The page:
We proceed with the analysis of the most important characteristics of high-performance DDR2 memory modules using our RightMark Memory Analyzer. Today we are going to review the first memory modules of the high-speed unofficial category DDR2-1066 from Corsair that support SPD EPP (Enhanced Performance Profiles), designed by Corsair and NVIDIA — 2GB dual-channel kit XMS2-8500C5 for the AMD AM2 platform.
Module manufacturer: Corsair Memory
Photo of the memory module
Module Part Number
Module Part Number Expansion
The manufacturer's web site does not publish the DDR2 Part Number expansion of XMS2-series memory modules. TWIN2X1024-8500 Specs run that this product is a kit of two 1 GB modules, based on sixteen 64M x8 chips. These modules support the open standard EPP (SPD extension), developed by Corsair and NVIDIA. It allows to configure memory modules for maximum performance automatically on motherboards that support this standard. The manufacturer guarantees operation of these modules in DDR2-1066 mode with EPP 5-5-5-15-2T timings and 2.2 V voltage. But the default mode in the standard SPD section is the maximal standard DDR2-800 mode with 5-5-5-15 timings.
SPD chip data
Description of the general SPD standard:
Description of the specific SPD standard for DDR2:
Data of the "standard" SPD section are usual for Corsair modules. The fastest mode these modules are capable of is characterized by the cycle time of 2.5 ns (400 MHz, DDR2-800). This mode corresponds to the first supported value of tCL = 5, the full timing scheme is written as 5-5-5-18, which slightly disagrees with official characteristics, published in the datasheet on these modules (DDR2-800, 5-5-5-15). Reduced CAS# latency (CL X-1 = 4) corresponds to the non-standard cycle time of 3.7 ns, 270 MHz — it probably means DDR2-533 and the cycle time of 3.75 ns. Nevertheless, the incorrect cycle time results in fractional timings, which can be written (rounded to one figure after the dot) as 4-3.4-3.4-12.2, which will most likely be rounded up by most BIOS's to 4-4-4-13. In fact, DDR2-533 mode is evidently irrelevant for such fast modules, so these values hardly make any sense — it would have been better to remove them from SPD.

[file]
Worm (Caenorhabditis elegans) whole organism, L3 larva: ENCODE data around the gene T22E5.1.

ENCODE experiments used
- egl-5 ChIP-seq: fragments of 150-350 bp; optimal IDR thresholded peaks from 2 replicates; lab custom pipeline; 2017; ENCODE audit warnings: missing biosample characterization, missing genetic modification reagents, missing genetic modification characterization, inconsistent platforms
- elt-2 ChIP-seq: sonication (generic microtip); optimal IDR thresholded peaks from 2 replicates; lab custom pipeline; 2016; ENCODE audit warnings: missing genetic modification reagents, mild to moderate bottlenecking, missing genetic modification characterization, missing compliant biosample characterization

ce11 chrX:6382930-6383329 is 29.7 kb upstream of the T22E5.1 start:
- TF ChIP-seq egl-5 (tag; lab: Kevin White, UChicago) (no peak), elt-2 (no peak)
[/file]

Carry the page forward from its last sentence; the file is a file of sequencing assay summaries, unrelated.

Manufacturer’s JEDEC ID Code and Part Number of the module are correct. Nevertheless, as in the other Corsair modules, the SPD chip of these modules lacks information about the manufacturing date and serial number.
Well, let's review the most important data from the "non-standard" SPD section that corresponds to EPP profiles, represented by Bytes 99-127.
EPP Standard Description:
You can see that our modules support the EPP standard and contain information on two full profiles (or four abbreviated profiles that lack most latency and voltage tweaks for various signal lines). The first profile (Profile 0) corresponds to the 2.5ns cycle time, that is DDR2-800 mode. But unlike the standard SPD section, EPP Profile 0 specifies 4-4-4-12 for this mode, 2T address command rate and 2.0 V voltage, as well as other timing and voltage parameters that are not included into the table. The second EPP profile (Profile 1) is marked as optimal (recommended to be used by default), it corresponds to DDR2-1066 mode with the 1.875ns cycle time. Corresponding timings cannot be represented by integer values. It's written as 5-5.06-5.06-14.93, which must be read by motherboards with EPP support as 5-5-5-15. Address command rate in this case is also 2T, but the voltage is increased to 2.2 V.